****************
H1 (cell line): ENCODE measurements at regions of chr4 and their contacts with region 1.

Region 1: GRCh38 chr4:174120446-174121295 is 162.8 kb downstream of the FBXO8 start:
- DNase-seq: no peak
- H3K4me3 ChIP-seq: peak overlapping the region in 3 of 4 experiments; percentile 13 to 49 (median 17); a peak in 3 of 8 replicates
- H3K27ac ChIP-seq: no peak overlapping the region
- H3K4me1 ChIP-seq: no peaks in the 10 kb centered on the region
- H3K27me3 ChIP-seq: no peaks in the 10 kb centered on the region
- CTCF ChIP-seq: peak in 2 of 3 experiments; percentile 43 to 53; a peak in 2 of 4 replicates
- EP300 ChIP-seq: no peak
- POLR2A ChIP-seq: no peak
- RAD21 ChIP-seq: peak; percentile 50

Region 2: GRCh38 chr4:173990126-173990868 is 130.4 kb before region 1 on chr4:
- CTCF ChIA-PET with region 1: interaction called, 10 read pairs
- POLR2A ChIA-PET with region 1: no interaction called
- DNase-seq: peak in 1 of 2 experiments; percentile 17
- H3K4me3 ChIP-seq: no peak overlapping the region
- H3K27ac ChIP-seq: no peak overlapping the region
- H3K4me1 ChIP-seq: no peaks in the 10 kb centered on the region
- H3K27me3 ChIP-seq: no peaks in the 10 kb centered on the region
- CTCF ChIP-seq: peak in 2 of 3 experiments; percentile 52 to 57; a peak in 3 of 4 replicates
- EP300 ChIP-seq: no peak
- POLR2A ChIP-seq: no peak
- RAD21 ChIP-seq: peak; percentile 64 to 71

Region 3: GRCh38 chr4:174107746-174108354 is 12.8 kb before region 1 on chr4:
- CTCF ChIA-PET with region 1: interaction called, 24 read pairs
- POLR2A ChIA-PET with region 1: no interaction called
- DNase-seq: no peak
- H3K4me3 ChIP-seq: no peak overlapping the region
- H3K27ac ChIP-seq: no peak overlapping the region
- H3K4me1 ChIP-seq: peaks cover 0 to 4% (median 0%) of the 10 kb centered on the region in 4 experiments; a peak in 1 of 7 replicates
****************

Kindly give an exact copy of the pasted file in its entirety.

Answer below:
H1 (cell line): ENCODE measurements at regions of chr4 and their contacts with region 1.

Region 1: GRCh38 chr4:174120446-174121295 is 162.8 kb downstream of the FBXO8 start:
- DNase-seq: no peak
- H3K4me3 ChIP-seq: peak overlapping the region in 3 of 4 experiments; percentile 13 to 49 (median 17); a peak in 3 of 8 replicates
- H3K27ac ChIP-seq: no peak overlapping the region
- H3K4me1 ChIP-seq: no peaks in the 10 kb centered on the region
- H3K27me3 ChIP-seq: no peaks in the 10 kb centered on the region
- CTCF ChIP-seq: peak in 2 of 3 experiments; percentile 43 to 53; a peak in 2 of 4 replicates
- EP300 ChIP-seq: no peak
- POLR2A ChIP-seq: no peak
- RAD21 ChIP-seq: peak; percentile 50

Region 2: GRCh38 chr4:173990126-173990868 is 130.4 kb before region 1 on chr4:
- CTCF ChIA-PET with region 1: interaction called, 10 read pairs
- POLR2A ChIA-PET with region 1: no interaction called
- DNase-seq: peak in 1 of 2 experiments; percentile 17
- H3K4me3 ChIP-seq: no peak overlapping the region
- H3K27ac ChIP-seq: no peak overlapping the region
- H3K4me1 ChIP-seq: no peaks in the 10 kb centered on the region
- H3K27me3 ChIP-seq: no peaks in the 10 kb centered on the region
- CTCF ChIP-seq: peak in 2 of 3 experiments; percentile 52 to 57; a peak in 3 of 4 replicates
- EP300 ChIP-seq: no peak
- POLR2A ChIP-seq: no peak
- RAD21 ChIP-seq: peak; percentile 64 to 71

Region 3: GRCh38 chr4:174107746-174108354 is 12.8 kb before region 1 on chr4:
- CTCF ChIA-PET with region 1: interaction called, 24 read pairs
- POLR2A ChIA-PET with region 1: no interaction called
- DNase-seq: no peak
- H3K4me3 ChIP-seq: no peak overlapping the region
- H3K27ac ChIP-seq: no peak overlapping the region
- H3K4me1 ChIP-seq: peaks cover 0 to 4% (median 0%) of the 10 kb centered on the region in 4 experiments; a peak in 1 of 7 replicates